British Home Secretary Theresa May Dave Thompson/PA Wire/Press Association Images

New measures to replace anti-social behaviour orders in England and Wales

The orders have been criticised as being used by some offending youths as a badge of honour and having little practical impact on communities affected by anti-social behaviour.

THE BRITISH GOVERNMENT has announced new measures to replace controversial anti-social behaviour orders (ASBOs) which have been criticised by some as being used as a badge of honour by anti-social youths in England and Wales.

BBC News reports that the British Home Secretary Theresa May is proposing to introduce a new set of orders in England and Wales that will replace ASBOs.

The proposal include the introduction of a ‘community trigger’ which would force police, councils and other local agencies to act if there are several complaints against a person.

Under the proposals, a ‘crime prevention injunction’ will allow agencies to protect victims from hooligans and vandals at short notice, while a ‘criminal behaviour order’ will stop convicted criminals from engaging in certain activities or going to particular places.

The British government is also promising a faster process to evict tenants who are anti-social and a faster process to deal with irresponsible dog owners, an issue which has arisen in the wake of a number of cases where toddlers and young children have been mauled to death by dogs.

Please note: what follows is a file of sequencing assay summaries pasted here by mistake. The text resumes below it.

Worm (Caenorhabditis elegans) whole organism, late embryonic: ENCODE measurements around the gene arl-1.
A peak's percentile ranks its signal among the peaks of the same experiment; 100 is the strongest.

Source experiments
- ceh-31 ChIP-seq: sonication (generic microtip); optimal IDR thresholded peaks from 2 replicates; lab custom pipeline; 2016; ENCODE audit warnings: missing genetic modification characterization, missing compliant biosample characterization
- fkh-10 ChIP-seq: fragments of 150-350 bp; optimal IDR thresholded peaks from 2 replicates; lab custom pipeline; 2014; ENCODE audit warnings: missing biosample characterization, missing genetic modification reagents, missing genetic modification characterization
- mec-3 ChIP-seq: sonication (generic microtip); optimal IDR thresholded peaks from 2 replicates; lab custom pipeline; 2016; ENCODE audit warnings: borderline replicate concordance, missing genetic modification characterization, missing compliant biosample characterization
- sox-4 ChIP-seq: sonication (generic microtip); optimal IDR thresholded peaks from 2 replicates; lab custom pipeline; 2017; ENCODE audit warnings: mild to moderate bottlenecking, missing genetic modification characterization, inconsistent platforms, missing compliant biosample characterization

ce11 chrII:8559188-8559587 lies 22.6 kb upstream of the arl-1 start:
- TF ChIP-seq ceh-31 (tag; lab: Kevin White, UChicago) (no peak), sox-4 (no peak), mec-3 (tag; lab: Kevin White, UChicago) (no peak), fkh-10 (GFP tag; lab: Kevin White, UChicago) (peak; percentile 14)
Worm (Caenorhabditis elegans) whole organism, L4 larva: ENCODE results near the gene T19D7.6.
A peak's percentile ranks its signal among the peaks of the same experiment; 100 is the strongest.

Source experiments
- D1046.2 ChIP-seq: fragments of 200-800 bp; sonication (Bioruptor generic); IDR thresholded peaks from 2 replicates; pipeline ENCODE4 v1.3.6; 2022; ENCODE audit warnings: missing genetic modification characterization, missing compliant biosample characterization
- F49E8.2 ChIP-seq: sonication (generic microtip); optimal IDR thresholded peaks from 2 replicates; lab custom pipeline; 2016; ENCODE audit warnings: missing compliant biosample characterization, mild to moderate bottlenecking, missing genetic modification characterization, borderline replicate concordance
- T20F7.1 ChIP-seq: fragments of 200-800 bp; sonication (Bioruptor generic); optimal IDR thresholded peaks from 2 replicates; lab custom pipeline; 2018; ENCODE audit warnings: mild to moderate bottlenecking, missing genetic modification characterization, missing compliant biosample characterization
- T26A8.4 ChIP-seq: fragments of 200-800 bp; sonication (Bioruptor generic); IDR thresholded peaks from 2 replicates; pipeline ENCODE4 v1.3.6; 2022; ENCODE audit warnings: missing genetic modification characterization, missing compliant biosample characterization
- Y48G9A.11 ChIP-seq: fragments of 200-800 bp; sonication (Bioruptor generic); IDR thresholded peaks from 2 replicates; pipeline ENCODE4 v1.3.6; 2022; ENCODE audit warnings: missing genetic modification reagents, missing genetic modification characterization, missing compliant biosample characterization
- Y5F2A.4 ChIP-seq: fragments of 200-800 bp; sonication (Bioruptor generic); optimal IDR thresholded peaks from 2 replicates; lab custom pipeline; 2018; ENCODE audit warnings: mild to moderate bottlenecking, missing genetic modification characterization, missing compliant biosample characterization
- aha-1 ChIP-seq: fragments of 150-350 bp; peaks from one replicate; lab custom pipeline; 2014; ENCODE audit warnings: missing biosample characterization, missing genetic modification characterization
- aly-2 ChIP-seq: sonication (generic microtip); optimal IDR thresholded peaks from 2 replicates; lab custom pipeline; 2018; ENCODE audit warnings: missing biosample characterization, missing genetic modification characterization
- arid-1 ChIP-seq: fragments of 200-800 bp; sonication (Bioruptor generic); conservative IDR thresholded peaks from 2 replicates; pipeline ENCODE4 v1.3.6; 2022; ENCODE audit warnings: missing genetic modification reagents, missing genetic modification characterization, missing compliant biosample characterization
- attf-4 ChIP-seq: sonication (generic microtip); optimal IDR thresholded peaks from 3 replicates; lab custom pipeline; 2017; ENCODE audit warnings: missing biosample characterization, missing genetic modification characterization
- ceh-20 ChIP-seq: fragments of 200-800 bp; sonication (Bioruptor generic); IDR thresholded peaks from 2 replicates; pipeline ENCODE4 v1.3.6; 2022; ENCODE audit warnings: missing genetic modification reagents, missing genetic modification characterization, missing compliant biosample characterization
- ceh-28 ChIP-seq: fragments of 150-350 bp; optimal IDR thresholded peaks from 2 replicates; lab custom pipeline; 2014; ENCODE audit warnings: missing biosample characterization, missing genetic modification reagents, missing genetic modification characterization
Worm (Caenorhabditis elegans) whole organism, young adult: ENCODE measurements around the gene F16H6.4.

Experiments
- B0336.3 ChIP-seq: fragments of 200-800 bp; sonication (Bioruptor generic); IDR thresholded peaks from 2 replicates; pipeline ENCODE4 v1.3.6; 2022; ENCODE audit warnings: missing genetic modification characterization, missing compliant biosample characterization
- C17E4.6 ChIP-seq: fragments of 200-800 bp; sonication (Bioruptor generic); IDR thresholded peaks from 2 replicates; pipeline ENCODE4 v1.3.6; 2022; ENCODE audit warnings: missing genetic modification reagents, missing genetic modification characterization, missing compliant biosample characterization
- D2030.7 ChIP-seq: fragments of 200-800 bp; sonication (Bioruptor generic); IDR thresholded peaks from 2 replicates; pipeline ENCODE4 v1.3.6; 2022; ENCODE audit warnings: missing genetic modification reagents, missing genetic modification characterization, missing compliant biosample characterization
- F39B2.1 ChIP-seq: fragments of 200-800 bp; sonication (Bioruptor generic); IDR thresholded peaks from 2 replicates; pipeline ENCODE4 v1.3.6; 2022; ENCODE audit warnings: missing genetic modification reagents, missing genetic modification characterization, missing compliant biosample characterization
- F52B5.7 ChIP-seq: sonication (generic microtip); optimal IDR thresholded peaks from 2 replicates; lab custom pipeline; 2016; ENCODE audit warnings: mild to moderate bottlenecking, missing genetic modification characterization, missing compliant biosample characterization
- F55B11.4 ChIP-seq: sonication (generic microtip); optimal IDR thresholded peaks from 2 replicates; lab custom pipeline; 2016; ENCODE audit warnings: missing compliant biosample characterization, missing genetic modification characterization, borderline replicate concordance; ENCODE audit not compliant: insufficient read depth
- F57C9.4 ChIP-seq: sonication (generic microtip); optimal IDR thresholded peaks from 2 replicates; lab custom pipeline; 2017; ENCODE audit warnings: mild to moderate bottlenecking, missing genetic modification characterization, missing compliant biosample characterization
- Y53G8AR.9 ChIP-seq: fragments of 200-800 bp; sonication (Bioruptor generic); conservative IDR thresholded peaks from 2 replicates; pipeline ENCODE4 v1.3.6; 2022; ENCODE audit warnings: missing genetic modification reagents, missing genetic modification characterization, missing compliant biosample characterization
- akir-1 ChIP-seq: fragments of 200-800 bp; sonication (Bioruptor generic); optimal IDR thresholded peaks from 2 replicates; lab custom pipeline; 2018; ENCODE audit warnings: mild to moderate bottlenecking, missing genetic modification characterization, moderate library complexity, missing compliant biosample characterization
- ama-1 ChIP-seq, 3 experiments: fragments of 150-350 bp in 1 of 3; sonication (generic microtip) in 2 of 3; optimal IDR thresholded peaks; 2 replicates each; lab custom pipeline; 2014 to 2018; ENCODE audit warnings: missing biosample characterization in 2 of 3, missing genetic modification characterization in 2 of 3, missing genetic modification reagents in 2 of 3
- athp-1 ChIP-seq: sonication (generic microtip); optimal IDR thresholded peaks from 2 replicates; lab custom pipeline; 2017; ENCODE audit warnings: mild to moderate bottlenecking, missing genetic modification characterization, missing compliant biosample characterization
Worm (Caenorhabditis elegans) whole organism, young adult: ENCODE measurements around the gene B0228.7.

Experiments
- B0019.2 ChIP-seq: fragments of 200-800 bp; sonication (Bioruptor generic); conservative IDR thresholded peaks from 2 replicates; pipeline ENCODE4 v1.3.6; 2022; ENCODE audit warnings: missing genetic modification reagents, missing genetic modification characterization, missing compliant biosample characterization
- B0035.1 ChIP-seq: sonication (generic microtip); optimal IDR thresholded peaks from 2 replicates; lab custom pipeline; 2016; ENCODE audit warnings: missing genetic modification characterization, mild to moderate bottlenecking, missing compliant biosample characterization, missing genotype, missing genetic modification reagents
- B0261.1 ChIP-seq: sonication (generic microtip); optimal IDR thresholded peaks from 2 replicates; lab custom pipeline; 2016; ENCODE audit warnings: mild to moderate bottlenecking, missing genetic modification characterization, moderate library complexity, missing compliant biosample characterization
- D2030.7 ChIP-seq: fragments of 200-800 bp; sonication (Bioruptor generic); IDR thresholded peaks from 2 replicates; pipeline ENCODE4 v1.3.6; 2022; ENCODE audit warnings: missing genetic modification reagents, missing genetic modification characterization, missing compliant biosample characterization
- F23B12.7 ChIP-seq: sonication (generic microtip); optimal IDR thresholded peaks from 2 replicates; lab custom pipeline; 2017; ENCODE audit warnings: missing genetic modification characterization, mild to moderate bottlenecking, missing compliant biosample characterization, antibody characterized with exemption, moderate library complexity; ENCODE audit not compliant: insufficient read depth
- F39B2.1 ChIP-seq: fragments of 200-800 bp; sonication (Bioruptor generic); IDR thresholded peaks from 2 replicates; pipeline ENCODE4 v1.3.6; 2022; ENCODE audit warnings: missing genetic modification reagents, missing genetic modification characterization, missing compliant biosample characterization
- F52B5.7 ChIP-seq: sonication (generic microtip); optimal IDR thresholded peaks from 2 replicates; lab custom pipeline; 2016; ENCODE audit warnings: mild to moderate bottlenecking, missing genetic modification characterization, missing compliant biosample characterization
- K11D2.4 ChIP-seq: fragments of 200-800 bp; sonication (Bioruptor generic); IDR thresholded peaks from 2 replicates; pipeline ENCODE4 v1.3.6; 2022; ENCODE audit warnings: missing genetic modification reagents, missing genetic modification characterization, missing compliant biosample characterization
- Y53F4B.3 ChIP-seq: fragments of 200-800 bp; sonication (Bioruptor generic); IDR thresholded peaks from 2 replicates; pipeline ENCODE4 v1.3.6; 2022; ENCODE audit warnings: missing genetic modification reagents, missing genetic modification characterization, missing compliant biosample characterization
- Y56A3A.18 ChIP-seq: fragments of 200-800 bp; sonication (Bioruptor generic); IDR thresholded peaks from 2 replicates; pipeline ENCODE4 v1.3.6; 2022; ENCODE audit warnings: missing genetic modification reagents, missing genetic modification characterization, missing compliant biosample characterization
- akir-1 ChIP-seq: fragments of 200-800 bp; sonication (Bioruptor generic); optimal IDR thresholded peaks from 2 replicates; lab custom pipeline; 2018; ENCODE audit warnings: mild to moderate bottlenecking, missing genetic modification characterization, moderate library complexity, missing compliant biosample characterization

ASBOs were introduced by the last Labour Party government in the late 90s to deal with anti-social behaviour in England and Wales. Such behaviour can take the form of vandalism, noise, nuisance and violence.

Critics said that the orders did little to discourage those who had been the subject of an order from carrying out other offences. Some offenders considered an ASBO to be a badge of honour.

The current Conservative-led government committed to changing the system when it came to power in a coalition with the Liberal Democrats two years ago.

May told ITV’S Daybreak programme that the current ASBOs take too long to implement, saying: “So one of the things we will see with the new orders we are introducing is that it will be possible with some of them to get them in place within days, certainly possibly even within hours.”

But her proposals have been criticised by the Criminal Justice Alliance (CJA) which said that the new measures will make little difference to the current system.

“There is a risk that if these new measures are not accompanied by necessary support in communities – youth clubs, family support and health services – they will do little in the long term to tackle this important issue,” the CJA’s Vicki Helyar-Cardwell is quoted as saying on AFP.

Ireland also has ASBOs but it was reported last November that Gardaí had imposed just three orders on individuals since their introduction in 2007.

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